Nashville Department Makes Some Rescues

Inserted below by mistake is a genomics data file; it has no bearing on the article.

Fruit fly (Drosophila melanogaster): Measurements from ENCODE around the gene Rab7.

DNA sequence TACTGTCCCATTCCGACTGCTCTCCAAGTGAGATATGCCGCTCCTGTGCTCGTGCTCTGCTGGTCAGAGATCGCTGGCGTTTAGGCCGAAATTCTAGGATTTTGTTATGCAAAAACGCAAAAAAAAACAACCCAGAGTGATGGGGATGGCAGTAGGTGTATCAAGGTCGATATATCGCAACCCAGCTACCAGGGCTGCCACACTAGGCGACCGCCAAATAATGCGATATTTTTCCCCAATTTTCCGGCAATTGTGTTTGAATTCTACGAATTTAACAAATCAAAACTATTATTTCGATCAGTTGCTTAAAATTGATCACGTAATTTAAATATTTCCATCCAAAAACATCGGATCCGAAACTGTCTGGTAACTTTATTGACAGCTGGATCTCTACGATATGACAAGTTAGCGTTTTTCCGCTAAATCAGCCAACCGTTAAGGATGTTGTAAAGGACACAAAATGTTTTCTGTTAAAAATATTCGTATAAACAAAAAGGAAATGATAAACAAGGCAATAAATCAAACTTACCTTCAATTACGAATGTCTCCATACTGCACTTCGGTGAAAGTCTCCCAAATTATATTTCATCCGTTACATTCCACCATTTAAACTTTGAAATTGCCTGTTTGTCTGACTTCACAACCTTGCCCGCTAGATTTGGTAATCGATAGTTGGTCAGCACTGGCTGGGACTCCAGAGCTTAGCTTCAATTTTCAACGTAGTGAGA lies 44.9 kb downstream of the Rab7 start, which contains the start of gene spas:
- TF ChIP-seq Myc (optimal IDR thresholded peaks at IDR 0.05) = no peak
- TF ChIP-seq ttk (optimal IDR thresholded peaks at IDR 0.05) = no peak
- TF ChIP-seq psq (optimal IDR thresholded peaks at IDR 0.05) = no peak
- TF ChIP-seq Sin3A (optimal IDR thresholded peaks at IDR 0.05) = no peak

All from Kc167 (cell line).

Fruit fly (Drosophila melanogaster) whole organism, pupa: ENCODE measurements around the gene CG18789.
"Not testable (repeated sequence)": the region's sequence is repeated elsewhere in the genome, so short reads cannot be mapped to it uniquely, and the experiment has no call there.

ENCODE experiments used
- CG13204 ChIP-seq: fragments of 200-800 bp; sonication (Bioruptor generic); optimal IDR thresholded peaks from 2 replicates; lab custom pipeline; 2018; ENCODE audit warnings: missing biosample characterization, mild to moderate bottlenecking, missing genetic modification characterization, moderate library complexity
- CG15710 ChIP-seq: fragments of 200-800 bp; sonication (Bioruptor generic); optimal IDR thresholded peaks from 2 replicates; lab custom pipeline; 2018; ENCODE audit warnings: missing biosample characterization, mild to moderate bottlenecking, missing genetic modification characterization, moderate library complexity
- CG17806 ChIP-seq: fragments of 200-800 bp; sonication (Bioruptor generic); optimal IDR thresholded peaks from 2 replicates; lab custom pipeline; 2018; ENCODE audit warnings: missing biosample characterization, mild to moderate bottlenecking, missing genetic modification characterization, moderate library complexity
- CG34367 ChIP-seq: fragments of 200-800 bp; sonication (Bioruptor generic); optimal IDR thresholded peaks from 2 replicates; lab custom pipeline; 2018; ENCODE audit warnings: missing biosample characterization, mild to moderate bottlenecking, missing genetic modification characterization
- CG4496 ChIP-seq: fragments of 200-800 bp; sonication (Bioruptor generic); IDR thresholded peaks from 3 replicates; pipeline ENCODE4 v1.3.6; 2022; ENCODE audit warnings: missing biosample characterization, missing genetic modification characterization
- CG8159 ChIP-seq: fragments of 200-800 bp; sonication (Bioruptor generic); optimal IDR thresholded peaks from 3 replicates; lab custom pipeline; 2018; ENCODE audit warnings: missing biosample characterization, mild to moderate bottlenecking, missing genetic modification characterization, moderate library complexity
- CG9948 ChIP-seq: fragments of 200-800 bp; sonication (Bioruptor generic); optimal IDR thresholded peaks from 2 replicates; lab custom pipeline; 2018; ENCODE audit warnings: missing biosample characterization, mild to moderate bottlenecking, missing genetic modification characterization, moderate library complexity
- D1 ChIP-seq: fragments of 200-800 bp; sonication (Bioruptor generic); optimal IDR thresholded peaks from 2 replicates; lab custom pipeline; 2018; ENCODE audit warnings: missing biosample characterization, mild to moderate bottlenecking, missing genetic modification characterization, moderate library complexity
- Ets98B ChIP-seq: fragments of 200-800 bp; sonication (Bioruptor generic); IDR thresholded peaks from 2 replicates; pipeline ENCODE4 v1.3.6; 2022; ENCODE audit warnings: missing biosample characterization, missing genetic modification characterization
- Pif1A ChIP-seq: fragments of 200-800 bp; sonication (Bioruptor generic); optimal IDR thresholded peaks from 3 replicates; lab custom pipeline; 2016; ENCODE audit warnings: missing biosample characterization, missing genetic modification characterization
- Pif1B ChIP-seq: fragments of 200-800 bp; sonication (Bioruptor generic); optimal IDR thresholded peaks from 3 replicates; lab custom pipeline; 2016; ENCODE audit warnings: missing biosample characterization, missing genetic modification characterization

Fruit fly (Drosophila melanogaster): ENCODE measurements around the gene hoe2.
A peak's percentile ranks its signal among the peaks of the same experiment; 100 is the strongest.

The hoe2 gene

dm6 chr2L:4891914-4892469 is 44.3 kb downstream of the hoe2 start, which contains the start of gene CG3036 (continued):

One fireman was hurt, one overcome by smoke, and several lives were in serious peril in the fire in Nashville, Tenn., which recently caused heavy damage to the Hitchcock building, a six-story structure occupied on the street floor by a confectioner’s establishment and a shoe store. The fire broke out about 9 a. m. and was caused by an exploding gas meter, thought to have been ignited by a defective electric wire. The meter was in the north end of the basement and the fire spread with such rapidity that, although the alarm was pulled almost immediately, the department on its arrival found heavy clouds of smoke and flame pouring from the basement. Two persons were at work there and as the exits were cut off the firemen had great difficulty in rescuing them. Chief A. A. Rozetta feared that the fire might spread to the closely adjoining buildings and ordered a general alarm, as the escaping gas added greatly to the danger. Hindered by the intense heat and the heavy smoke, the firemen fought for nearly an hour before they could effect entrance to the burning portion of the building, the 4-in. concrete floor of the first story preventing quick use of the cellar nozzles, making it necessary to smash through. The 180 men engaged employed fifteen pumpers, ten of which were motor and five steam; also two aerial trucks. The 6,000 feet of cotton rubber-lined hose laid proved to be in good condition as none burst. Eight hydrants of various types were available, from 300 to 500 feet apart and having an average pressure of 50 pounds from a gravity system. The street main was 12 inches. Ten engine streams were thrown at one time from nozzles. The fire was confined to the basement and was under control in about two hours but was not fully subdued for four hours. Captain Moore fell from a ladder into the burning basement and broke his right arm, but was rescued and sent to the hospital. O. L. Berry, a pipeman, was overcome by the dense smoke, while trying to enter the basement and was also taken to the hospital. There was considerable alarm among the occupants of the upper floors, all of which were used as offices, because of the fact that the elevator in the front part of the building was made useless in the beginning by the fire destroying the generator, while smoke and flame made the rear stairway unsafe. Those in the offices were helped down the fire escapes to the second floor and thence reached the ground by ladders. The property was valued at $100,000 and sustained a damage of $16,000, while the contents, valued at $150,000, were injured to the extent of $50,000. That the results of the fire were not more serious must be attributed to the fact that Chief Rozetta ordered a general alarm almost in the beginning, as the building was in a district where a fire might spread rapidly.